Instrumental sample/interpolation of Labi Siffre - "I Got The..."
London, England, 1975
(Hear the sample at 2:30)
9. Dr. Dre ft. Snoop Dog - "Still D.R.E."
Los Angeles, California, 1999
Seven years after his genre-defining debut album The Chronic came out, Dre finally dropped 2001, succeeding in not only re-inventing himself, but smashing all critical expectations. According to an interview by Red Bull Music Academy with Scott Storch, who created the iconic piano sounds on “Still D.R.E.”, the creative freedom that Dre fostered at his studio was key to making the track. "Dre programmed this kick and snare...I was just noodling on the piano. I started playing, 'bling, bling, bling' on top of this drum pattern that he had. And he poked his head in and he was like, 'That’s it.' By the end of the day, the song was shipped off to Jay-Z to pen". “Still D.R.E.” was the lead single on the multi-platinum 2001. It features lyrical interpolation from the song “Serial Killa” that was on Snoop’s first album, Doggystyle.
Lyrical hook interpolation of Snoop Dogg - "Serial Killa (feat. The D.O.C., Tha Dogg Pound & RBX)"
Los Angeles, California, 1993
(Hear the sample at 0:39)
10. Dr. Dre ft. Snoop Dogg, Nate Dogg, & Kurupt - "The Next Episode"
Los Angeles, California, 1999
“The Next Episode” is a sequel to Dre’s massive 2001 hit, “Nuthin’ But a ‘G’ Thang” from his debut album The Chronic. Mike Elizondo played bass on the album and had nothing but praise for Dre’s producing habits: “He’s a master at arrangements. No filler, just the essential ingredients of making a hit song... making something feel and sound great.” Dre’s ability to create simple but masterful hooks is fully on display with his interpolation of “The Edge” by David McCallum, where pared-down guitar is a perfect riff for MCs to rap over.
Instrumental interpolation from David McCallum - "The Edge"
Glasgow, Scotland, 1966
11. Dr. Dre ft. Eminem & Xzibit - "What’s The Difference"
Los Angeles, California, 1999
One of Dre’s greatest abilities is to take dusty LPs, and use them to create fantastic hooks with stripped-down hip hop production techniques. By laying a sample from “Parce Que Tu Crois” by 60s crooner Charles Aznavour on top of a simple but heavy beat, Dre transformed a nostalgic pop hook into a timeless hip hop classic.
Instrumental interpolation of Charles Aznavour - "Parce que tu crois"
Paris, France, 1966
12. Eminem - "Kill You"
St. Joseph, Missouri, 2000
In the 1980s, hip hop producers could sample pretty much any record that they liked, incorporate it into a track, and call the song their own. That all changed in 1989 when The Turtles won their lawsuit against De La Soul on 3 Feet High and Rising for an uncleared sample. Since then, producers and record companies have had to make absolutely certain that every sample is cleared, which is why it’s so surprising that Dr. Dre interpolated “Pulsion” by Jacques Loussier without permission (notice the change in instrumentation from Loussier's piano to Dre's electric guitar). The French pianist sued Interscope for 10 million dollars, and the case was eventually settled out of court.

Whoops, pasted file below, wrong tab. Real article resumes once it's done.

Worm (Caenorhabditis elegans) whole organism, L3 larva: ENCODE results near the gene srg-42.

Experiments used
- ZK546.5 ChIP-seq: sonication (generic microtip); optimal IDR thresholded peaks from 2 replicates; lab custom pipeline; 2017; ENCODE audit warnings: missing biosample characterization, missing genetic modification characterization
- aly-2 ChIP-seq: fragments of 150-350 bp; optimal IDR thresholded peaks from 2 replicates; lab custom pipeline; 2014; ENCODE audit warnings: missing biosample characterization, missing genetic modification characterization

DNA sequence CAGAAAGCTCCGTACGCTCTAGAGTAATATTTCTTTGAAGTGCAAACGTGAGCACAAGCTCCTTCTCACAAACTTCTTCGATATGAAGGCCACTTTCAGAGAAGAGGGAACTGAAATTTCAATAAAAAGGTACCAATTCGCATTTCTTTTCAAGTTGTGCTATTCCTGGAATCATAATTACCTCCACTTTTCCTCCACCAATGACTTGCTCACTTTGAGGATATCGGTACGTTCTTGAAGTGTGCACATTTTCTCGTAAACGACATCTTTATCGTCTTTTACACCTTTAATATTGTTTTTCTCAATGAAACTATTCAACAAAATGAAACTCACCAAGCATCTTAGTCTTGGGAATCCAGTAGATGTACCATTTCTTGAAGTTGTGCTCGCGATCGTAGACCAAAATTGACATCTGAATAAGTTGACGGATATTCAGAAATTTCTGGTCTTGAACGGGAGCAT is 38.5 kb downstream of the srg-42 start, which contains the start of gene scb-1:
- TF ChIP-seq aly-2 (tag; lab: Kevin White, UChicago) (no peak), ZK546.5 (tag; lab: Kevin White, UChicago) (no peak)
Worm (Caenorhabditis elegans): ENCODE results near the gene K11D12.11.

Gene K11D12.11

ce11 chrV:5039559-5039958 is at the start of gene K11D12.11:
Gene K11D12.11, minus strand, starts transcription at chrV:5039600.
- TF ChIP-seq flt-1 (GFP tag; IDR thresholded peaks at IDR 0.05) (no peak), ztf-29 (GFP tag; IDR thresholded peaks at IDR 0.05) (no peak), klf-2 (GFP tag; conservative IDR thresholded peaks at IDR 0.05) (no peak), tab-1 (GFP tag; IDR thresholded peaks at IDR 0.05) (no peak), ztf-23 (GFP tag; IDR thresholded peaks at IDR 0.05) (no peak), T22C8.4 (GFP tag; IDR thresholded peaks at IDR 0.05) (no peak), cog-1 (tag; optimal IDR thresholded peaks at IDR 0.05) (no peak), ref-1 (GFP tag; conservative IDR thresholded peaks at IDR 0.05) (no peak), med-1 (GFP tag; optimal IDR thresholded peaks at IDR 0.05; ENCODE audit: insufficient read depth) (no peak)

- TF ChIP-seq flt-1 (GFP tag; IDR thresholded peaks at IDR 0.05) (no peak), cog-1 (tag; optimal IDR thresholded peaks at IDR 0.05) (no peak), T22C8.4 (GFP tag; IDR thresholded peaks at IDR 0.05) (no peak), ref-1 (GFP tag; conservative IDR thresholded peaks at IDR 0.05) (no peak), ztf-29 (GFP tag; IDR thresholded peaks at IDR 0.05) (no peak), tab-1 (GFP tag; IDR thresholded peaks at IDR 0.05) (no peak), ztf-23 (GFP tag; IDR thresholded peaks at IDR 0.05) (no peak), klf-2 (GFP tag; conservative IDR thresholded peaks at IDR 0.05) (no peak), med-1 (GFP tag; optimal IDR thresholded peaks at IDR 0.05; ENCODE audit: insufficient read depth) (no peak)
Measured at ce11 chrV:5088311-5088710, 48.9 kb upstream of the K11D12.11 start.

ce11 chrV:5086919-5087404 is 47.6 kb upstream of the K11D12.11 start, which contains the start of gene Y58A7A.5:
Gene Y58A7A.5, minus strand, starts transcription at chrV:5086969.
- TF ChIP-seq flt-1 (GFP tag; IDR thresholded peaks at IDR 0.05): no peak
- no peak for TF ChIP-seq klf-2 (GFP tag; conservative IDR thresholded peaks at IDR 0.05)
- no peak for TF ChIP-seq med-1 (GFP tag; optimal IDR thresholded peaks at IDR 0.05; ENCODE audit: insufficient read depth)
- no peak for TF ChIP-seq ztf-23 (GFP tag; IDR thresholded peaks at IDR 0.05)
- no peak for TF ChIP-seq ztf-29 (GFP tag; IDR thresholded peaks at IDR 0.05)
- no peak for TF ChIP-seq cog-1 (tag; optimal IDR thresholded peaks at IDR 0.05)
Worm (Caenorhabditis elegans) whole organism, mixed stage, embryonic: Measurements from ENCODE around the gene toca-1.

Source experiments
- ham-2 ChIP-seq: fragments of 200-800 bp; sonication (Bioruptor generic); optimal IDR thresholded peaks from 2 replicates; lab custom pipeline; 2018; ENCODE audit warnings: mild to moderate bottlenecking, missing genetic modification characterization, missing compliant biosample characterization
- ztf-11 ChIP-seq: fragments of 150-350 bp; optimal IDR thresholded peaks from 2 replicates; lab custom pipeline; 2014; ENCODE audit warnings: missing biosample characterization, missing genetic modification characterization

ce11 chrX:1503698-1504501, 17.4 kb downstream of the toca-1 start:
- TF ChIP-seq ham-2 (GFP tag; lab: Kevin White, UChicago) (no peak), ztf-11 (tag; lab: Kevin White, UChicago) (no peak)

Instrumental interpolation of Jacques Loussier - "Pulsion"
Angers, France, 1979
13. Eminem, Dr. Dre & 50 Cent - "Crack A Bottle"
St. Joseph, Missouri, 2009
Dr. Dre was doing some serious crate diving when he unearthed “Mais dans la lumière” by European heartthrob Mike Brant for the “Crack a Bottle” main piano riff. This track is a prime example of how Dre finds inspiration for his beats by scouring 60s and 70s R&B albums. Here, he also interpolates the drums from “The Rainmaker” by The 5th Dimension. By removing the original’s snare roll, he creates a heavier beat better suited for rapping.
Instrumental interpolation of Mike Brant - "Mais dans la lumière"
Angers, France, 1970
Drums sample of The 5th Dimension - "The Rainmaker"
Hialeah, Florida, 1972
(Hear the sample at 0:05)
14. Dr. Dre ft. Justus & BJ the Chicago Kid - "It’s All On Me"
Los Angeles, California, 2015
On “It’s All On Me”, Dre masterfully uses an interpolated version of a soulful 1969 S.C.I. Youth Choir recording, laying it on top of a basic boom bap beat. With angelic back-up vocals and introspective lyrics, this song transcends to gospel hip hop as Dre once again branches out to create unique genre blends.
Instrumental sample/interpolation of S. C. I. Youth Choir - "The Lord Will Make A Way"
Angers, France, 1969
(Hear the sample at 0:14)